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if conference commissioners ran college basketball
the way they run football. If, instead of an NCAA tournament,
in place of March Madness, there were a rankings system
to determine the national title-game participants.
No Sweet 16. No Final Four. We imagined it by devising
our own basketball computer standings and applying
the football selection process criteria from last year's
Bowl Championship Series rules manual. Times staff
writer Chris Dufresne offers this fictional account
of how final selections might have turned out:

BCS basket cases

It's hard to argue with an Ohio State-Kansas title-game matchup, but even when the system `works' there is bound to be controversy, and demand for a playoff

March 13, 2007|Chris Dufresne | Times Staff Writer

The much-maligned Basketball Championship Series standings spit out a title-game matchup Sunday and, for a change, the system may have, sort of, gulp, worked?

Not that the BCS was spared the usual "say what?" -- that much is a given in a sport that refuses to decide its champion with a tournament.

It's good to be an Ohio State Buckeye today, though, and a Kansas Jayhawk.

Those two storied basketball programs finished first and second in the BCS standings and will meet April 2 in Glendale, Ariz., for the national title.

The players should be well-rested.

"This proves the BCS works," Big Ten Commissioner Jim Delany said on a conference call. "This proves we don't need a playoff."

Some folks in Gainesville, Fla., however, think they have been sold swampland.

Ohio State was a runaway No. 1 in the final standings with 99.92 points, and No. 2 Kansas edged out No. 3 Florida, the defending national champion, by a margin of 92.51 to 92.46.

"We can't defend our title because of five one-hundredths of a point?" Florida Coach Billy Donovan asked. "And you call this a fair system?"

One Florida congressman has already threatened to introduce a bill to outlaw the BCS (note: it was tried before in Texas, in football, but legislation was dropped the year Texas made its run to the BCS title.).

Kansas was clearly the people's choice for No. 2 this year, so strong in both human polls that it was able to survive a No. 11 ranking in the Ratings Percentage Index, the computer component used in the three-pronged BCS formula.

Florida was No. 3 in the polls and No. 6 in the RPI.

Florida will argue its conference, the Southeastern, was ranked No. 2 in the RPI while Kansas' conference, the Big 12, was seventh, one spot below the Missouri Valley.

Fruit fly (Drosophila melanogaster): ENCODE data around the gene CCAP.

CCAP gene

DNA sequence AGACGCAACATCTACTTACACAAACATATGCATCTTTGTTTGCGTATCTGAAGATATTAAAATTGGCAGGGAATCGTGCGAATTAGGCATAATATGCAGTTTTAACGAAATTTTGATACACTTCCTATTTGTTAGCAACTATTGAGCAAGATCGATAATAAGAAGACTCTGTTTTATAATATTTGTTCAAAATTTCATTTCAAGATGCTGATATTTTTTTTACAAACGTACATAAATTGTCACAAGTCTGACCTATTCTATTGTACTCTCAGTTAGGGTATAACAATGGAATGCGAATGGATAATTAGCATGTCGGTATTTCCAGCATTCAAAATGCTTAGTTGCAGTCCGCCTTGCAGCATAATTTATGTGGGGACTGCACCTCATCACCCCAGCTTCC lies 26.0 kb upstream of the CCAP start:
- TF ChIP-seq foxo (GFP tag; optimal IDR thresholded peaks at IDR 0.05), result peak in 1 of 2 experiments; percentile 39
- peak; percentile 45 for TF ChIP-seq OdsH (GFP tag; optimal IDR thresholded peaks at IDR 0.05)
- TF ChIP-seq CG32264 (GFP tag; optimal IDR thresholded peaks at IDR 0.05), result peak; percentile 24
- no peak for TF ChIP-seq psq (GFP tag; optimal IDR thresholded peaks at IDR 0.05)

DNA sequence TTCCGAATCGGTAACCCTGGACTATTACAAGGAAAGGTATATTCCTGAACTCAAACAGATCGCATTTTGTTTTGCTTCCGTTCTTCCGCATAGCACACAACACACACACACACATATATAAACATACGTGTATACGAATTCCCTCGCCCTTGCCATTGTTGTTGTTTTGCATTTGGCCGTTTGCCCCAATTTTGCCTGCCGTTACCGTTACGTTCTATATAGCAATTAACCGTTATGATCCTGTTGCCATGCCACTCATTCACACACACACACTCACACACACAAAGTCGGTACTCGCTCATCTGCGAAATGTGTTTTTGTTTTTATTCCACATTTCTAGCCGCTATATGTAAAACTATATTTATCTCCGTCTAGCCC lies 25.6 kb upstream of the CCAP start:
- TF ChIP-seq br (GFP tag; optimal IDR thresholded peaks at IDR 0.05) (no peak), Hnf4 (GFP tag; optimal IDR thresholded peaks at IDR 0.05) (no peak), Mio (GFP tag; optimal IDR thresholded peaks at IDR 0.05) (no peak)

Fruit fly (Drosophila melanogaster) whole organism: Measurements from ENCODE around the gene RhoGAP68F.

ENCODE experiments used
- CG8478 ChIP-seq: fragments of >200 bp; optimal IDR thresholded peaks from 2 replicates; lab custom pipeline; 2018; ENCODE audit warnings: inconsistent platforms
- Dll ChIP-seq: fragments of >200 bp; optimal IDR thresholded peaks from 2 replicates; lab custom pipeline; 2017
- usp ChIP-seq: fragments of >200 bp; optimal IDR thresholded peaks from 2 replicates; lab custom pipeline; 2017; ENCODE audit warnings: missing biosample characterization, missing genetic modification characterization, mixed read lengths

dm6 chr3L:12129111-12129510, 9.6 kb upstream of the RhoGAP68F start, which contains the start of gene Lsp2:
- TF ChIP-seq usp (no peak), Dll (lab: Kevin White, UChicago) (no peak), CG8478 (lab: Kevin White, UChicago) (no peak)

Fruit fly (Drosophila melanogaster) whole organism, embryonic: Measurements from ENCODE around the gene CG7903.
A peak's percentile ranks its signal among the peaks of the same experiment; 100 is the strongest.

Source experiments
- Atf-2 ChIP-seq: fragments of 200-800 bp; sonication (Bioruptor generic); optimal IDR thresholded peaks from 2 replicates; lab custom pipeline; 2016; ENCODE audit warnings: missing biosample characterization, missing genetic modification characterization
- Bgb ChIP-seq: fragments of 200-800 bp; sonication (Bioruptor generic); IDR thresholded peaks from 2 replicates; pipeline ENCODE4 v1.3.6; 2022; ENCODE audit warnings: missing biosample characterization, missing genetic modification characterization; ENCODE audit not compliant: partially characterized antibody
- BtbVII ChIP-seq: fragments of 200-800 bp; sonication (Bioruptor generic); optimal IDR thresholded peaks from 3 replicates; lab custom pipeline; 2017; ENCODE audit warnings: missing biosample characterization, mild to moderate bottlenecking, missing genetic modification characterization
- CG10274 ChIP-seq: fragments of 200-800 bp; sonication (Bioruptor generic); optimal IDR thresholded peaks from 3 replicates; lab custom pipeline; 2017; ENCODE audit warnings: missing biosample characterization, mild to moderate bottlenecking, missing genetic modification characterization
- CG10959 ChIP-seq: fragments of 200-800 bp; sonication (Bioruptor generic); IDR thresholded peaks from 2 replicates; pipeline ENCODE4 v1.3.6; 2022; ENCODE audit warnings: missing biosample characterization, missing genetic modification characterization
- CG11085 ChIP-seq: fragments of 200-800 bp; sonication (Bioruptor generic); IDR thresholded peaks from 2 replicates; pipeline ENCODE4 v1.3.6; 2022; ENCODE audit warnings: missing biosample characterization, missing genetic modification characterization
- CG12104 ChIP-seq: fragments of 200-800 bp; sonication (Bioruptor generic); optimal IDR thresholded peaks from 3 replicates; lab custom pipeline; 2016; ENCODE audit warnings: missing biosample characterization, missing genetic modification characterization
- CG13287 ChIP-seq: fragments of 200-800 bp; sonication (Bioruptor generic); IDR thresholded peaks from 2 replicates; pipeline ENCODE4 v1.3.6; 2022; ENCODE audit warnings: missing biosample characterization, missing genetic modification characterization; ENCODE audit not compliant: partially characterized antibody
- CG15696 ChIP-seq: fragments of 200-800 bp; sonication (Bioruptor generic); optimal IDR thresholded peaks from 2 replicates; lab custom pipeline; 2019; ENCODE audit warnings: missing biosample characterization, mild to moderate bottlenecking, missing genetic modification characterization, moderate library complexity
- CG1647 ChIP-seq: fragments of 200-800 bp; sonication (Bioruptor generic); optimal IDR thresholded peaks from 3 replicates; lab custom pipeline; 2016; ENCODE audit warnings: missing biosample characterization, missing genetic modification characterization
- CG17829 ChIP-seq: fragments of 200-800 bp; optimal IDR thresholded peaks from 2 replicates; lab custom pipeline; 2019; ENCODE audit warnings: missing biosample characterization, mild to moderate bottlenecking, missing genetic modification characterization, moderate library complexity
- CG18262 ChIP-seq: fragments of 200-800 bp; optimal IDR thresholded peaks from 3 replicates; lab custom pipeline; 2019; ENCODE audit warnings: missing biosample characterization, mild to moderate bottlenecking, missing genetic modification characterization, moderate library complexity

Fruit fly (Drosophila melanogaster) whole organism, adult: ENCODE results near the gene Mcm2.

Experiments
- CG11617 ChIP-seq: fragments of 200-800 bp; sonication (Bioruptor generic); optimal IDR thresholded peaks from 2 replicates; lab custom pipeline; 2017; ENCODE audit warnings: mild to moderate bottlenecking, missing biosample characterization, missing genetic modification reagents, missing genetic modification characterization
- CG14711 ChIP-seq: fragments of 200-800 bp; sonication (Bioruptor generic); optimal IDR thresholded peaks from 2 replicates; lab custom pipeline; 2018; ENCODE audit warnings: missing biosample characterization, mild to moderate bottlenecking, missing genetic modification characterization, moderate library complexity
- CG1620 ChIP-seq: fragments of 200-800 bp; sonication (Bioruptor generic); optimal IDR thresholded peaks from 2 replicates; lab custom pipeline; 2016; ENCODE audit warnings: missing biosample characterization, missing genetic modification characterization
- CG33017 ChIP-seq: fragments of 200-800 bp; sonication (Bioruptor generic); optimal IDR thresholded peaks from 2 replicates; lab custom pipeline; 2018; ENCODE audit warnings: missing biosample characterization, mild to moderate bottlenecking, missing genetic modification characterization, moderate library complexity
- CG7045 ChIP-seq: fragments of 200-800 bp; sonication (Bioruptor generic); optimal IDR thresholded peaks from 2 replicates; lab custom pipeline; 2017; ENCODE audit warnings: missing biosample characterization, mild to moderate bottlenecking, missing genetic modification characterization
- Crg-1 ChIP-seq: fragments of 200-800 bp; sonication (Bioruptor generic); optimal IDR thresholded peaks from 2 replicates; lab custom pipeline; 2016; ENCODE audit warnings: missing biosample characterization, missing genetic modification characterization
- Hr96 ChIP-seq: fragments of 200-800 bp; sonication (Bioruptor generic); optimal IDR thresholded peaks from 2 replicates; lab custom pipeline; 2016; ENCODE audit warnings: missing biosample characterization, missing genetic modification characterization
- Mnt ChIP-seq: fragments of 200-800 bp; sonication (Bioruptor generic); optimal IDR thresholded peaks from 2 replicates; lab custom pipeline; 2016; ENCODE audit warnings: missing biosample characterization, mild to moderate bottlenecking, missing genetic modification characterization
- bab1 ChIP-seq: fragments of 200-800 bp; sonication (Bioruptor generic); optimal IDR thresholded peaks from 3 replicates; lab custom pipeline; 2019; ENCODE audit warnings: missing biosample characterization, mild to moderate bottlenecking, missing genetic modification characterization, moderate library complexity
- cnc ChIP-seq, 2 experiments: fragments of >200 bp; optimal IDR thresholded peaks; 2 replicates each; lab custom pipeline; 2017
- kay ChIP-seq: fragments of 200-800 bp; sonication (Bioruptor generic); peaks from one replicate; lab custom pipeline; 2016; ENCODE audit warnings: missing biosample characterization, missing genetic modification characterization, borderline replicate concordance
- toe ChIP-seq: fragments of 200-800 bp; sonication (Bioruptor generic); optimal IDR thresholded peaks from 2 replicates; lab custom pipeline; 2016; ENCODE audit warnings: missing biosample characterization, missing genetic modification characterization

Official BCS response: take it up at our spring meetings.

North Carolina finished fourth in the final standings, with 91.70 points, followed by UCLA, Memphis, Wisconsin, Georgetown, Pittsburgh and Texas A&M.

Memphis, a member of a non-BCS league, Conference USA, earned an automatic BCS "basket bowl" bid by finishing in the BCS top 12.

So the final "basket bowl" lineup is set.

The Rose Basket, which lost No. 1 Ohio State to the title game, gets to replace its Big Ten anchor with Wisconsin.

The Badgers will meet Oregon, which clinched the Rose bid by winning last weekend's Pacific 10 Conference tournament.

"We're thrilled to keep our traditional and geographical matchup," Rose Basket chief executive Mitch Dorger said.

The Fiesta Basket will get at-large UCLA vs. at-large Memphis, the Sugar will pair Florida against at-large Texas A&M, and the Sugar will feature North Carolina against Georgetown, a rematch of 1982's "mythical" national title game that introduced the basketball world to a young Michael Jordan.

UCLA has to be kicking itself.

Two weekends ago, the Bruins were No. 2 in the BCS and appeared headed for a title showdown with Ohio State.

But late-season losses to Washington and California, two unranked teams, knocked UCLA to the Fiesta.

What cruel irony.

In 1998, the UCLA football squad needed only a late-season victory at Miami to clinch a spot in the first BCS national title football game, played that year in the Fiesta Bowl.

If only, against Miami, UCLA had brought its tackle box.

Maybe those BCS bosses aren't kidding when they say, in college basketball, it's all about the regular season.

Basketball purists will continue to clamor for a playoff.

Think of all those UCLA teams coached by John Wooden that had to settle for "mythical" national titles because the top-ranked Bruins were contracted to play the Big Ten champion in the Rose Basket?

Donovan said the BCS system "needs to be nuked" despite the fact the Florida football Gators won last season's national title after edging out Michigan by decimal points for the No. 2 BCS spot.

Donovan advocates a "tournament format" that might involve as many as, get this, 64 teams.

Dream on, right?

The Big Ten's Delany, a defender of the BCS, argues, "When will our student/athletes go to school?"

The controversial BCS system was developed in 1998 in an effort to pair No. 1 and No. 2 in a championship game.

Before that, conference champions were bound to specific "basket" bowl games, causing numerous split titles.

The BCS standings formula, which has been tweaked more than the carburetor on your old jalopy, is now composed of the Associated Press poll, the USA Today coaches' poll and the RPI.

This year's new "double dribble" format created a fifth BCS basket bowl to open up two more at-large possibilities for mid-major conferences that had claimed the sport was a monopoly.

Only the conference tournament winners of the six BCS conferences earn automatic bids to basket bowls.

So, will there ever be a playoff in college basketball?

Don't hold your breath.

College presidents, citing lost class time, have for years resisted the idea of a national tournament for Division I despite the fact there are playoffs at all other levels.

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